Candy Crush and my addictive adult gaming habit: are you next?
I used to love computer games. I grew up in the 1990s when computers were just starting to hit their stride with colourful graphics, realistic artwork and interactivity. My uncle and my father were huge computer nerds, and still are, well into their 50s and 60s. The upshot of this was always having the latest computer gear on hand as children and teenagers.
Early memories of new technology
I remember when my dad brought home our first computer mouse. According to Wikipedia, “the mouse remained relatively obscure until the 1984 appearance of the Macintosh 128K, which included an updated version of the original Lisa Mouse.”
I think my dad would have brought a mouse home in about 1986 or 1987 – although I could be mistaken. I clearly remember him showing us how to use it, and we were enthralled because up until that point it was keyboard commands or a joystick –only.
The Amiga 500 computer
And onto gaming. My sister and I loved to play computer games and our very first love was the Amiga 500. I have since found out that like the Commodore 64, the Amiga 500 was prided by gamers as a superior machine, as it offered a huge leap in realistic graphics and colour grids.
The Amiga 500 was actually the next step up from the Commodore 64, according to Wikipedia. This was the computer where I first started gaming and I can still remember all my favourite games:
….and so many others!
When life took over from gaming
I stopped gaming when I became an adult. School work, waging school, chasing after boys and ripping holes in my jeans suddenly became better pastimes than going from level to level on an arbitrary game. At age 21, my then-partner brought home an X-Box – a gaming machine that I was familiar with but none-too-impressed by…somehow the “male-dominated” environments of car racing and shoot-em-ups seemed like a place I was not welcome.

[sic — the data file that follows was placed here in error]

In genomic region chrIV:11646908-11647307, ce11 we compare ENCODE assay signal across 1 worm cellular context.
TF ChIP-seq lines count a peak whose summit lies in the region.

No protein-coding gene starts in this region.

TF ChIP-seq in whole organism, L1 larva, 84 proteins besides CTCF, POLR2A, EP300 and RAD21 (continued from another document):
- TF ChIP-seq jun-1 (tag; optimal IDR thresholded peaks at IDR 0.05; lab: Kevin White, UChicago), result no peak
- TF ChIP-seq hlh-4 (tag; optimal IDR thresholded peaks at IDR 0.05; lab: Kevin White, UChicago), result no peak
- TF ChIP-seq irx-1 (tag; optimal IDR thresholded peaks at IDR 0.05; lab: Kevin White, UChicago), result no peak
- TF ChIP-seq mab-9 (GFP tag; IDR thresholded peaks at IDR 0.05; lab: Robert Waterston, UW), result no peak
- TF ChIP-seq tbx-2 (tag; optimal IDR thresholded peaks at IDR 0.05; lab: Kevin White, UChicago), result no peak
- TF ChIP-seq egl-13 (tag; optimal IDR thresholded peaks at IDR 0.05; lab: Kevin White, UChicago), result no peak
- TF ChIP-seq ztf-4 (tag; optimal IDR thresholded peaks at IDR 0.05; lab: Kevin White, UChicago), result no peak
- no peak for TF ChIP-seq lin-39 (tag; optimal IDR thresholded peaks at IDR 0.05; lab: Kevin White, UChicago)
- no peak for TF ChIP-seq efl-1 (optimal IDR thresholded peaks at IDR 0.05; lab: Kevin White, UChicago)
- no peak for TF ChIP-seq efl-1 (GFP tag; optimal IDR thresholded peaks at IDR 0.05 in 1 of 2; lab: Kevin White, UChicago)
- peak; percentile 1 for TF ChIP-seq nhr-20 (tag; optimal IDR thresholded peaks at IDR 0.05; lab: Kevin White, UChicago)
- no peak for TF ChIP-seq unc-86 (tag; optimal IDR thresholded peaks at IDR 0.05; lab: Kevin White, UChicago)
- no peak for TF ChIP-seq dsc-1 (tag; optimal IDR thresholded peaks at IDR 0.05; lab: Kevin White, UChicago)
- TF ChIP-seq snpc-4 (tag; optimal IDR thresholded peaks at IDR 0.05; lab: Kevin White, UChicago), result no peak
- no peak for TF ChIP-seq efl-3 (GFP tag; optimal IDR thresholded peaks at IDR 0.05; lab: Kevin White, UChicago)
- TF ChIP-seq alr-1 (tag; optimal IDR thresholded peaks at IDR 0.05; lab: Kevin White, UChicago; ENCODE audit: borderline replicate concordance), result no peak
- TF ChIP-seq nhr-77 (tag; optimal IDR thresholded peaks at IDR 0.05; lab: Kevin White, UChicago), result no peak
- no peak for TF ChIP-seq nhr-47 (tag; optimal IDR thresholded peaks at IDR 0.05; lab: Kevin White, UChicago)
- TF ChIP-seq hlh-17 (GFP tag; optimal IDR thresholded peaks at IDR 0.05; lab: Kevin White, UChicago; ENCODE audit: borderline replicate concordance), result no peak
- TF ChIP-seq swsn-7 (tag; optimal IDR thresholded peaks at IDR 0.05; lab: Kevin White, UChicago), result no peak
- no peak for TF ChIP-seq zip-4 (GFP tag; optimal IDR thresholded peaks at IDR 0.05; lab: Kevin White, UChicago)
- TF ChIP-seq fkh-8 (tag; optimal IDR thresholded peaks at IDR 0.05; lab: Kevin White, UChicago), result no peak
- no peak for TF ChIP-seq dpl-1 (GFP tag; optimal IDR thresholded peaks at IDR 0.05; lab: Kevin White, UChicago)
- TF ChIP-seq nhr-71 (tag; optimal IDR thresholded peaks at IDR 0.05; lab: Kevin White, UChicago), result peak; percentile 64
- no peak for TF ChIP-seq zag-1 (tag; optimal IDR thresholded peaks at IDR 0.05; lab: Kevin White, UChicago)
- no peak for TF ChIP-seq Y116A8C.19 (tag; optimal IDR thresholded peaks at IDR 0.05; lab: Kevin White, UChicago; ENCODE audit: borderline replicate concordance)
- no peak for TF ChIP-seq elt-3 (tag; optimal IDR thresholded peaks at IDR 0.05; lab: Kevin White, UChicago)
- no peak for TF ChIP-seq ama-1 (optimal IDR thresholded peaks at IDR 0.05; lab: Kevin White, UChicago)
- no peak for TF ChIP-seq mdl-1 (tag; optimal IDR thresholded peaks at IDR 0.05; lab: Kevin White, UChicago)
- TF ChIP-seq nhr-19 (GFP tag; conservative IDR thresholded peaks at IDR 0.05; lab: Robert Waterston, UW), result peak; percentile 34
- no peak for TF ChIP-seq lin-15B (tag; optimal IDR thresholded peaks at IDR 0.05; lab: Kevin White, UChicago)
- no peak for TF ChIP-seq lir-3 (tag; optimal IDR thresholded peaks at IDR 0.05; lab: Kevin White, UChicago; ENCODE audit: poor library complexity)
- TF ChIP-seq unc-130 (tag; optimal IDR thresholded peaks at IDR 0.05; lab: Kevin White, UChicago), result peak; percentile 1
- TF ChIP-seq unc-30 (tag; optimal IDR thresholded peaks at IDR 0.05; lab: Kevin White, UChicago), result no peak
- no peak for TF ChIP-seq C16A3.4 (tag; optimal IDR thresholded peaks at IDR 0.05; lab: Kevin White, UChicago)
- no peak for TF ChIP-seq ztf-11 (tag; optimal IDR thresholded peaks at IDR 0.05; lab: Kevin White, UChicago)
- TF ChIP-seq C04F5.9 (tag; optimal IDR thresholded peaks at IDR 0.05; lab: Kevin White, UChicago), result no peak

The game that turned me off gaming was Final Fantasy. I longed to like this game, but I was frustrated at how many things I had to kill to get to the goods parts. While gaming I liked strategy, skill and planning – I loved the artwork and fantasy worlds that were created in pixels. But I hated driving games and shooting games – B-O-R-I-N-G.
Male vs/ female playing environments
The Boyf used to work in a computer games shop, and disagrees with me that the environments created for most commercial games are male-dominated and exclusive to women. Fair enough, he has a greater understanding of the gaming sector as a whole than I do. I have also blogged previously about the fact that one of the (few scant) positives about dating older men is that they don’t play video games.
So, now I’m addicted to Candy Crush.
The Boyf knew what he was doing – and yet he let me proceed any way. I am now so addicted to Candy Crush – I play it several times a day. People – I AM A LADY IN HER THIRTIES – who has lots of better stuff to do!!! And yet, there you’ll find me – sitting on my arse, playing Candy – when I should be cooking dinner, working on my manuscript, having sex, emptying the bins, feeding the fish or trolling people on Facebook.
Are you next?
Probably. “Approximately 97 percent of teenagers and 81 percent of Americans between the ages of 18 and 29 play video games, according to a Monday study from the Pew Internet & American Life Project,” says PC Mag. They also say, “About 60 percent of adults ages 30 to 49 are gamers.”
The game of Candy Crush
So – what is it? It’s a bit like Tetris – except you have to line up different “candies” and they explode, clearing a line, sort of like Tetris. You go up through the levels and the game gets harder. You can connect to your friends via Facebook and they can give you free lives and see your score for levels.
If you would like to play Candy Crush with me – go to my Facebook page and connect with me!
Let’s crush those candies together!
Tell me: what games do you like to play? What was your favourite gaming machine from your childhood?